USDA Agrees To Help US Pork Producers

US - The National Pork Producers Council commended US Agriculture Secretary Tom Vilsack for his decision to lend assistance to the US pork industry to help it weather a nearly two year old economic crisis that has put some producers out of business.
calendar icon 7 September 2009
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The US Department of Agriculture agreed to purchase up to $30 million of pork products, which will be used for various federal food programs. Secretary Vilsack, who heard from hundreds of hurting pork producers, announced on Thursday (3 September) the pork purchase. USDA also is working to reopen pork export markets that closed in the wake of the H1N1 flu outbreak.

"The action by USDA to buy additional pork will benefit America’s pork producers, the US economy and the people who benefit from government food programs," said NPPC President Don Butler. "NPPC is extremely grateful to Secretary Vilsack for recognizing the plight of our producers and for taking action to help them. The pork purchase and the ongoing efforts to reopen export markets are important steps that will help our industry bring pork supply and demand back into balance and allow producers to continue providing consumers worldwide with economical, nutritious pork products."

In a letter to the secretary on 17 August, NPPC urged USDA to take immediate action to address a crisis that since September 2007 has seen producers losing an average of more than $21 on each hog marketed. The pork industry has lost more than $4.6 billion in equity over the past two years. NPPC asked the agency to:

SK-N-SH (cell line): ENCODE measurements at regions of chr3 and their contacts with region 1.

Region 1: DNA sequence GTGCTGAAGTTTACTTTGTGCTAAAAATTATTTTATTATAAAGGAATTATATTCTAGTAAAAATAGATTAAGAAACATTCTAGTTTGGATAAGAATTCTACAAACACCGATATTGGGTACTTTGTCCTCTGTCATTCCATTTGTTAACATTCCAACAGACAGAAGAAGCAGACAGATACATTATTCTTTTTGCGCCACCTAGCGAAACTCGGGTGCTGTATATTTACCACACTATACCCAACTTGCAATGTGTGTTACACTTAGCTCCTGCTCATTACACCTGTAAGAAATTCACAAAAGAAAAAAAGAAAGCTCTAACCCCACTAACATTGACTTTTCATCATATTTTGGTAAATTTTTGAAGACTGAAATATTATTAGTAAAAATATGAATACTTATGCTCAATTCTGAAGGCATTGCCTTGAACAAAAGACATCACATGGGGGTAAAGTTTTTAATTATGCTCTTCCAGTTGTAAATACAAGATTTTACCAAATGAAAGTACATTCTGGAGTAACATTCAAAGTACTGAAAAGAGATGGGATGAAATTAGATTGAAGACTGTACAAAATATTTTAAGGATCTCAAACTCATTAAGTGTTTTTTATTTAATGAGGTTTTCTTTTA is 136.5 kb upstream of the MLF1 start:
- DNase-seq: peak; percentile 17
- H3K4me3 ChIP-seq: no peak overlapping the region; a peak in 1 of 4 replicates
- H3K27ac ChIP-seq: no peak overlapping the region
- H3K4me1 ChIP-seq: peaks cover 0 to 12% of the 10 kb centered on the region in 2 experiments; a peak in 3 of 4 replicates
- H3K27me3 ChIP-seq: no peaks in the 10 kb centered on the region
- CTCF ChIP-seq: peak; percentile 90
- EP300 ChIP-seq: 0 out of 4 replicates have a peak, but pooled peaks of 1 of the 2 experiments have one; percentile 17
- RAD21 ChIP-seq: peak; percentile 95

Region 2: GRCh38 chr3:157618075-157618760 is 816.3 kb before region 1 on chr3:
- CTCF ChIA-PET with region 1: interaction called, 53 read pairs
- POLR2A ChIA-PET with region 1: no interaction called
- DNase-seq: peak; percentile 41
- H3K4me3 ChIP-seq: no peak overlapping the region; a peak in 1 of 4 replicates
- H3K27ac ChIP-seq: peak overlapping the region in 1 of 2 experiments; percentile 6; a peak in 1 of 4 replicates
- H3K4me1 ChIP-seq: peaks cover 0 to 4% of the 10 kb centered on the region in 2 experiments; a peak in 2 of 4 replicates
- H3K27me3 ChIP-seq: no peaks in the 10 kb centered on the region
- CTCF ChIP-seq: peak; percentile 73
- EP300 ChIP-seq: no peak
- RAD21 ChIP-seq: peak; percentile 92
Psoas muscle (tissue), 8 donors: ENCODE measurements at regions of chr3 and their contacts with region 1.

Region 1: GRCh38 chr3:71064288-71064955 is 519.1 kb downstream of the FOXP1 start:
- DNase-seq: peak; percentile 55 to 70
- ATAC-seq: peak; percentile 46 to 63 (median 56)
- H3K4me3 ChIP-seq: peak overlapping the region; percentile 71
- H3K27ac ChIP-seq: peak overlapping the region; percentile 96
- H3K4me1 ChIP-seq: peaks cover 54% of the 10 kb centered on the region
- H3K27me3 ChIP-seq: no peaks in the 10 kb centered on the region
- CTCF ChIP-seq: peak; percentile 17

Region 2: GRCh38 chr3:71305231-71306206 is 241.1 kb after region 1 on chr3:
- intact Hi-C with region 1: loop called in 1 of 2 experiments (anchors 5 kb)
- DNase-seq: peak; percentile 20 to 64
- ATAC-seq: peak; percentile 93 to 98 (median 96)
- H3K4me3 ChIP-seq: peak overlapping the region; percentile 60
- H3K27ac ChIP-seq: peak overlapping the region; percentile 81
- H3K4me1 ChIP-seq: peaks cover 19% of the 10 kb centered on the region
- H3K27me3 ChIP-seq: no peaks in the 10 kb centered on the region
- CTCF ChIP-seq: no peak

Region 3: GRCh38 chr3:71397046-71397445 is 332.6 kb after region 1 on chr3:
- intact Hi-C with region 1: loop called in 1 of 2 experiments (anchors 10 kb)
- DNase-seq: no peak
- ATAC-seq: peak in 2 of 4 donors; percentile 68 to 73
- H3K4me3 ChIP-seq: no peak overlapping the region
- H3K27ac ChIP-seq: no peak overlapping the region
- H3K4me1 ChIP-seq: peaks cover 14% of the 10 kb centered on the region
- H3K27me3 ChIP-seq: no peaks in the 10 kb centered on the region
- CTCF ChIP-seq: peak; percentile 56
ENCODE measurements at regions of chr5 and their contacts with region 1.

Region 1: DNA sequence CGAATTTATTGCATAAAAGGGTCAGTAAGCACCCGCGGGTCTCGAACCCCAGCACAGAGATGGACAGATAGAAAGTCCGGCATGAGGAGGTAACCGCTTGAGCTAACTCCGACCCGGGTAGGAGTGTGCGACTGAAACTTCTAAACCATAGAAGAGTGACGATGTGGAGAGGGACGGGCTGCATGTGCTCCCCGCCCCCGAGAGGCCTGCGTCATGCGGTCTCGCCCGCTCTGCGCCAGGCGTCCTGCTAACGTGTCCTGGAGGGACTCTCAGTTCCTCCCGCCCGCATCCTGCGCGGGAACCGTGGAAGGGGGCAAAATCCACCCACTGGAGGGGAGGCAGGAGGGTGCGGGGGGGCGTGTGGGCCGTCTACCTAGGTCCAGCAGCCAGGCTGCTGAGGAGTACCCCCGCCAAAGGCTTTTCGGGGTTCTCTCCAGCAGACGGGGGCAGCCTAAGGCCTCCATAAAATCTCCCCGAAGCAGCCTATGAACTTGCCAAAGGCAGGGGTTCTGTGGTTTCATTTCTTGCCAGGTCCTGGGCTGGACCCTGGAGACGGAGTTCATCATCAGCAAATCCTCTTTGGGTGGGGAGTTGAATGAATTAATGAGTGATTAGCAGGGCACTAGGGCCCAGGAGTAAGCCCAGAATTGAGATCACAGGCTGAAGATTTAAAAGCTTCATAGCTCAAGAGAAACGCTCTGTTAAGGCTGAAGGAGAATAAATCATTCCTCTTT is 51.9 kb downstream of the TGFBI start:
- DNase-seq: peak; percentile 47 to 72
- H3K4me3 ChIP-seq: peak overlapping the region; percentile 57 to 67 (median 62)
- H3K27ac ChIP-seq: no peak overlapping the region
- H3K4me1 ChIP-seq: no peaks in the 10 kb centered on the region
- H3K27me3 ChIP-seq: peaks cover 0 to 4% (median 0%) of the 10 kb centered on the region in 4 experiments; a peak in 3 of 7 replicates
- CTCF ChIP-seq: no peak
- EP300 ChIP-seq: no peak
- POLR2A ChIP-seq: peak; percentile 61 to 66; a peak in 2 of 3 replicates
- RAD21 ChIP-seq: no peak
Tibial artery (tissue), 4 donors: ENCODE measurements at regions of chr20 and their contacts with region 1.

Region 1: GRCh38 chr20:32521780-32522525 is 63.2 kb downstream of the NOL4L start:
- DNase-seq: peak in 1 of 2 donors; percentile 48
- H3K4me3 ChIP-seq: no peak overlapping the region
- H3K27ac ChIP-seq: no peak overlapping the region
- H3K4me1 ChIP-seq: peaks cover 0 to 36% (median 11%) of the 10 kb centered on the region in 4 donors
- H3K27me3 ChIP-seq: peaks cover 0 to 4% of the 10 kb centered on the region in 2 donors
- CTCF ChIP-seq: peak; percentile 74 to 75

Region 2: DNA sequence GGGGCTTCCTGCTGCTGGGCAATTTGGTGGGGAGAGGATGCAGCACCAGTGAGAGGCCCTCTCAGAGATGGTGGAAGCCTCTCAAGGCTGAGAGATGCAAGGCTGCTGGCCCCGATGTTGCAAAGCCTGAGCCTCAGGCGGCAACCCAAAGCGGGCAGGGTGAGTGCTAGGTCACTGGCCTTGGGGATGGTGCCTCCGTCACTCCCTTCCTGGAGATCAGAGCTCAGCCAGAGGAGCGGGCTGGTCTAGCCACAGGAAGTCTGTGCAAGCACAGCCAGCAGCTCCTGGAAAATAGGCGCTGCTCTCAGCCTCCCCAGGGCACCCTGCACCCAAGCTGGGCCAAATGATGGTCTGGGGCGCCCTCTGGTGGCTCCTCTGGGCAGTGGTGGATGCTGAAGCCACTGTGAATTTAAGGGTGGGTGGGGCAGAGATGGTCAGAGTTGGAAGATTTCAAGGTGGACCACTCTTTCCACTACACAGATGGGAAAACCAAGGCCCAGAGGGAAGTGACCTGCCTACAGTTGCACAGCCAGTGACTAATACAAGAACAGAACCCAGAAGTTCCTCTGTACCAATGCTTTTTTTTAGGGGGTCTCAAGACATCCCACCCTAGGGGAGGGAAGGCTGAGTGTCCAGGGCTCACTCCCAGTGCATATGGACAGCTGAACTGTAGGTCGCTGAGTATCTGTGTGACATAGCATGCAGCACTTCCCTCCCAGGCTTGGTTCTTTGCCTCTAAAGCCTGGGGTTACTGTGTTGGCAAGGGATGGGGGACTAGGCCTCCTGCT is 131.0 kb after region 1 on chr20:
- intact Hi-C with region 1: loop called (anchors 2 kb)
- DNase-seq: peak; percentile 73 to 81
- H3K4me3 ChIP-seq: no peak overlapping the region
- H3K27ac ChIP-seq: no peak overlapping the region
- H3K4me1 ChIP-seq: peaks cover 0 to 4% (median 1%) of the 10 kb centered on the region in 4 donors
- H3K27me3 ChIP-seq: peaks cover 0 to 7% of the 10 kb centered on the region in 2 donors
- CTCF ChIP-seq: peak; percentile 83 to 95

Purchase immediately an additional $50 million of pork for various federal food programs, using fiscal 2009 funds. Fiscal 2009 ends 30 September. (USDA annually buys pork for food programs; it bought $62.6 million worth in 2008, for example.)
Urge Congress to lift a spending cap on Section 32 funds, and use $50 million of $350 million available to purchase pork for the program, which uses customs receipts to buy non-price-supported commodities for food programs.
Buy on 1 October a minimum of $50 million of pork, using fiscal 2010 funds. Fiscal 2010 begins 1 October. The purchase would be in addition to USDA’s annual buy.
Use $100 million of the $1 billion appropriated for addressing the H1N1 virus for the swine industry, including $70 million for swine disease surveillance, $10 million for diagnostics and H1N1 vaccine development and$20 million for industry support.
Work with the US Trade Representative to open export markets to US pork. Several countries, including China, continue to impose unwarranted bans on US pork, citing the H1N1 flu.
Study the economic impact on the livestock industry of an expansion of corn-ethanol production and usage. EPA has proposed raising the cap on blending ethanol into gasoline to 15 per cent from its current 10 per cent.

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